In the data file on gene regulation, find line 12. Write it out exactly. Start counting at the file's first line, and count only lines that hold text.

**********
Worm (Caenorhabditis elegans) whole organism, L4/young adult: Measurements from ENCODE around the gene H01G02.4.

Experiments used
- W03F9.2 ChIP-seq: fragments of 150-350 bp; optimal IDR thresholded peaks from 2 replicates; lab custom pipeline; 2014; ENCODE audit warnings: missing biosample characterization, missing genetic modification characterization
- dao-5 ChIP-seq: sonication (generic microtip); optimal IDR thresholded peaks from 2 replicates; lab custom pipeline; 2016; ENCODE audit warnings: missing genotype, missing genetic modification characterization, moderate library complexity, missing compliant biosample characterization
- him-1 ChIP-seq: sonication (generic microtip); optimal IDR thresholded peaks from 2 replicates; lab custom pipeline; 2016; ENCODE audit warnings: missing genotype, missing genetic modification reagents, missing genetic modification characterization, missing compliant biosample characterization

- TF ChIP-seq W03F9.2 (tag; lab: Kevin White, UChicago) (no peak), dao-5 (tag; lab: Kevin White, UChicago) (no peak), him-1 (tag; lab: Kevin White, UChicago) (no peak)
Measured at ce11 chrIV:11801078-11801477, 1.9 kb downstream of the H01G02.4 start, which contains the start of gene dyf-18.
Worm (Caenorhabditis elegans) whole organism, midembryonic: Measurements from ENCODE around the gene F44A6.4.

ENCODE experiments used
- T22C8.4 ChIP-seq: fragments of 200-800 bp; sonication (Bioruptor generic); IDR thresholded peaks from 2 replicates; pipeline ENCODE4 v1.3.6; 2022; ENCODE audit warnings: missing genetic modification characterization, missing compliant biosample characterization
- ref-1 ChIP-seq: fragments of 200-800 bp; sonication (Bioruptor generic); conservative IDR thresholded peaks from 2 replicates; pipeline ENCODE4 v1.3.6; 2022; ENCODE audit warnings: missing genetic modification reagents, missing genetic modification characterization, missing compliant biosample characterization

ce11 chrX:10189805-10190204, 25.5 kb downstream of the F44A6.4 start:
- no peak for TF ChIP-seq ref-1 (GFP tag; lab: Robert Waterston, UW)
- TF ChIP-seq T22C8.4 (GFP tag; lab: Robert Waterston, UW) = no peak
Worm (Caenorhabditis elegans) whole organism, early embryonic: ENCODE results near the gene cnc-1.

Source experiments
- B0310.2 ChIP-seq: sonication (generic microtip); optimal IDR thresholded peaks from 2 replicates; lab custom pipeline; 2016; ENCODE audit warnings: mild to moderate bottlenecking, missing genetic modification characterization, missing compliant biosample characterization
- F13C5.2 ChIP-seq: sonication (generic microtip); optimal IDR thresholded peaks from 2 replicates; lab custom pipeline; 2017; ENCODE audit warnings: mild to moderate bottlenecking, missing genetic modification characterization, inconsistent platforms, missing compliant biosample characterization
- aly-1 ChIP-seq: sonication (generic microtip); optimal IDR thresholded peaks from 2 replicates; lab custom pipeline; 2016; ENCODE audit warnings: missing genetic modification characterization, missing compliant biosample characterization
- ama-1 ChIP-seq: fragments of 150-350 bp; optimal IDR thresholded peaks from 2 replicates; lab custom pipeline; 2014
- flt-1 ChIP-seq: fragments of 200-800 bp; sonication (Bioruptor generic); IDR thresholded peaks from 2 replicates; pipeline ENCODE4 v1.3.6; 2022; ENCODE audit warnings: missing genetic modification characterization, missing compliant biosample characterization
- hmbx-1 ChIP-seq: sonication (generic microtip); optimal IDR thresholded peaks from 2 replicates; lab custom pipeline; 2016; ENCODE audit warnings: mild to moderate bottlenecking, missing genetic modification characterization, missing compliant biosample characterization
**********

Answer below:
ce11 chrX:10189805-10190204, 25.5 kb downstream of the F44A6.4 start: